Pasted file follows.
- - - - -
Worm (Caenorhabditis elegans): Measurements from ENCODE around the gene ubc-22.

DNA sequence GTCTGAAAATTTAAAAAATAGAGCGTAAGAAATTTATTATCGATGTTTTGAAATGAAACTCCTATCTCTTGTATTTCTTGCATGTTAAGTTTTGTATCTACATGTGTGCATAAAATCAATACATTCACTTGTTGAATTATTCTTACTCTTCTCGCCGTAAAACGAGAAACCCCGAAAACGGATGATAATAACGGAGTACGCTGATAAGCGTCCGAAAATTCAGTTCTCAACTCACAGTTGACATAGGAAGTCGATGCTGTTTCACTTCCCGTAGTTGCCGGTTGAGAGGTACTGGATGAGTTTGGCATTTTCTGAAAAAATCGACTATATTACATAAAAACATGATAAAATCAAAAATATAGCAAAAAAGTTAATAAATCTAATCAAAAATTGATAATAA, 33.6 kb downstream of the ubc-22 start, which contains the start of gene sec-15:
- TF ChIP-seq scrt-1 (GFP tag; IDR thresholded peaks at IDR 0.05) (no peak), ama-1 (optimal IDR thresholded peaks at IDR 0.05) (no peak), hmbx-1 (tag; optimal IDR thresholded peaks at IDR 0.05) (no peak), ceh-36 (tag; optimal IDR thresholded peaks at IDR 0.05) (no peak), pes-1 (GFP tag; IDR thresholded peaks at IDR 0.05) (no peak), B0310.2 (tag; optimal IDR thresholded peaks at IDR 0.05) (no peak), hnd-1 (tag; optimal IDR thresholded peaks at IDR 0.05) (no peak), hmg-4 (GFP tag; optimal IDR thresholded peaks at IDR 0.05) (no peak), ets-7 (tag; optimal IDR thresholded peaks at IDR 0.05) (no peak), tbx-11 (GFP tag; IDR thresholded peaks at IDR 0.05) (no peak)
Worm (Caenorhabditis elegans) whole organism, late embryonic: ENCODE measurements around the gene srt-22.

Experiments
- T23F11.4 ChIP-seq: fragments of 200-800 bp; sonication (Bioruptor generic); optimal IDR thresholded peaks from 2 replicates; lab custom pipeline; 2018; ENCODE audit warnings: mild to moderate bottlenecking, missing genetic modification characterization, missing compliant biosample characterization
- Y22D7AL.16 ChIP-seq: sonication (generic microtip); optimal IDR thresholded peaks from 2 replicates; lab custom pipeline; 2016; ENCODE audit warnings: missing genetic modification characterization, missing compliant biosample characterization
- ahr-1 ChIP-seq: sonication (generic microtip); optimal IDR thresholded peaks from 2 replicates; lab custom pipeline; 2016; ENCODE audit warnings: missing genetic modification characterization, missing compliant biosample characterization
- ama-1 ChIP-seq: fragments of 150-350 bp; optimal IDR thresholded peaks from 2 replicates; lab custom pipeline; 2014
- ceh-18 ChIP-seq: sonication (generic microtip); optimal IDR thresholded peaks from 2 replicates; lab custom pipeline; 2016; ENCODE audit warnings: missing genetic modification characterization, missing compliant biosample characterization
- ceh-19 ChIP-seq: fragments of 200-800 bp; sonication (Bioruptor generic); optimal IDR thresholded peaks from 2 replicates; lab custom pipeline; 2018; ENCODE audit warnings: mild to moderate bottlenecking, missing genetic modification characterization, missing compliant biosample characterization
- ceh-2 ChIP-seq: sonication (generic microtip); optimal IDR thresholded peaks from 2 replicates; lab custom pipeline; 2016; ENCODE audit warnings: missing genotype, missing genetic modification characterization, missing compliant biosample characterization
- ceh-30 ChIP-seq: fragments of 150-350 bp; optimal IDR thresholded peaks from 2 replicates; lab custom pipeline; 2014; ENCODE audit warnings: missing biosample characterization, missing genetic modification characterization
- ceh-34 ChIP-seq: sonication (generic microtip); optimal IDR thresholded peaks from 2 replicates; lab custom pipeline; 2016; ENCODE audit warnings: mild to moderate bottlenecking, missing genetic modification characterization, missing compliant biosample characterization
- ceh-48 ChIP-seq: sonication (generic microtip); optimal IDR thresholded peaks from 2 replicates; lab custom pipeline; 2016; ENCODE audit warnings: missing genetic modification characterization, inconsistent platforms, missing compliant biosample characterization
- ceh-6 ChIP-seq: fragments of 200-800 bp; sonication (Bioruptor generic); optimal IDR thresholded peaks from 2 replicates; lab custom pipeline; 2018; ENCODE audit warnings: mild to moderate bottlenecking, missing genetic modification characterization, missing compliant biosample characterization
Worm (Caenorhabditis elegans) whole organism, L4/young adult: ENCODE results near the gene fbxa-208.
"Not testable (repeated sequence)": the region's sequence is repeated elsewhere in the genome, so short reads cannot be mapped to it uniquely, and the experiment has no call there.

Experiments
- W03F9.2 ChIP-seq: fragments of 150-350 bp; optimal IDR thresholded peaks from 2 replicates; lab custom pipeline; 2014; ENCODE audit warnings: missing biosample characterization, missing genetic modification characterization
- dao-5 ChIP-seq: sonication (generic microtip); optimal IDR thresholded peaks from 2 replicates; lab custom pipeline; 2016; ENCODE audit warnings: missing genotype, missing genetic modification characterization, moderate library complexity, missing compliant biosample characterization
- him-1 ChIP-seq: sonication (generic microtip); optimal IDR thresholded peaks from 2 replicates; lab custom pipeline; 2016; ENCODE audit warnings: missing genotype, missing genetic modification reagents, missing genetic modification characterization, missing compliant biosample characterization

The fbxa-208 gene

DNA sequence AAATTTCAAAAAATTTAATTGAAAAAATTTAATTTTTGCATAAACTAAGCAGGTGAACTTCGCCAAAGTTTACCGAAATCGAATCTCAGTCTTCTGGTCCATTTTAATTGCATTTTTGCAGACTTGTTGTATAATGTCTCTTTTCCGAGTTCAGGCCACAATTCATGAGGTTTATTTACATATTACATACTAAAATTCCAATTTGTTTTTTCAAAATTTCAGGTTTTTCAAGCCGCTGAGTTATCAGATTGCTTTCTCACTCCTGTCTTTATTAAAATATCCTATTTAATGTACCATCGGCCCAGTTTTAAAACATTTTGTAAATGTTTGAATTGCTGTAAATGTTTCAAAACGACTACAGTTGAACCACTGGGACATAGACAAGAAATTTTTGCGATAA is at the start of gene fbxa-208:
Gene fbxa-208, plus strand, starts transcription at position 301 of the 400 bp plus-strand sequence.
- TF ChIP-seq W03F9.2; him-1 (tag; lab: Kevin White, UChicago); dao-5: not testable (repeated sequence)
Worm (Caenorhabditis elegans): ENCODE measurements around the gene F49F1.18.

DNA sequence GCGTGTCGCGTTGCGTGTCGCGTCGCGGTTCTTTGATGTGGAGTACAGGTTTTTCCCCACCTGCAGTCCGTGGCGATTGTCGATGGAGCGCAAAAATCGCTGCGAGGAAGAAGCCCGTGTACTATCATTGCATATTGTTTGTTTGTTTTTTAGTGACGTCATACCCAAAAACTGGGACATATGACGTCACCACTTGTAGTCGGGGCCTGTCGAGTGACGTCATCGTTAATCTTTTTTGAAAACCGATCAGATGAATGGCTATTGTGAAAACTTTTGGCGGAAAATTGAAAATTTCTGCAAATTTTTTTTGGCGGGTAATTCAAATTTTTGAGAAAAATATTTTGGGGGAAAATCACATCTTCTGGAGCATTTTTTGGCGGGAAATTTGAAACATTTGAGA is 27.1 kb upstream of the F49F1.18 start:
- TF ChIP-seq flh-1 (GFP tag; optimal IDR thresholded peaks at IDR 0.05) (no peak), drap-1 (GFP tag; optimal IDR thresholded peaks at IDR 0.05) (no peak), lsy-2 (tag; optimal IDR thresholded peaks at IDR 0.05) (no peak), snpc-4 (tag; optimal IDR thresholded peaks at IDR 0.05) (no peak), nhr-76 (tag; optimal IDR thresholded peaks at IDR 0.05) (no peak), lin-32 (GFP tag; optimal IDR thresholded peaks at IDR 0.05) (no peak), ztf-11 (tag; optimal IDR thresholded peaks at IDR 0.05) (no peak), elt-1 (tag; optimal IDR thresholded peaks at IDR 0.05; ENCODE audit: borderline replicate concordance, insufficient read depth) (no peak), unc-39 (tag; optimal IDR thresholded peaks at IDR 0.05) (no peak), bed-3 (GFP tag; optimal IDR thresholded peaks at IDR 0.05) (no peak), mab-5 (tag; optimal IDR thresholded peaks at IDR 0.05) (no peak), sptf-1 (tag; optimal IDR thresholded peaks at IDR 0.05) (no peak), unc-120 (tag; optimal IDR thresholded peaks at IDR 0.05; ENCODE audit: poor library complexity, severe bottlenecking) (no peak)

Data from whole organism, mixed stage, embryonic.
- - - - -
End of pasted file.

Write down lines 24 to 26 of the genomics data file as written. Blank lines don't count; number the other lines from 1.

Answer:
DNA sequence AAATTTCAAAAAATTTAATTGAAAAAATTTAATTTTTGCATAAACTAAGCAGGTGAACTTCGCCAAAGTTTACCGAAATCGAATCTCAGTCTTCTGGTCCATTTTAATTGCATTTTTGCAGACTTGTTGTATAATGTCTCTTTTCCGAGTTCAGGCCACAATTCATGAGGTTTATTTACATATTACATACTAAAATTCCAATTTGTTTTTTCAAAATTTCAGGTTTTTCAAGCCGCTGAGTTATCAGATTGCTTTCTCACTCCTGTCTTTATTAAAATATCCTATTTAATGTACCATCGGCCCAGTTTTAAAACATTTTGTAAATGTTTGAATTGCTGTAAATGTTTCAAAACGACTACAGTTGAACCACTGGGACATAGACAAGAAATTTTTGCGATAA is at the start of gene fbxa-208:
Gene fbxa-208, plus strand, starts transcription at position 301 of the 400 bp plus-strand sequence.
- TF ChIP-seq W03F9.2; him-1 (tag; lab: Kevin White, UChicago); dao-5: not testable (repeated sequence)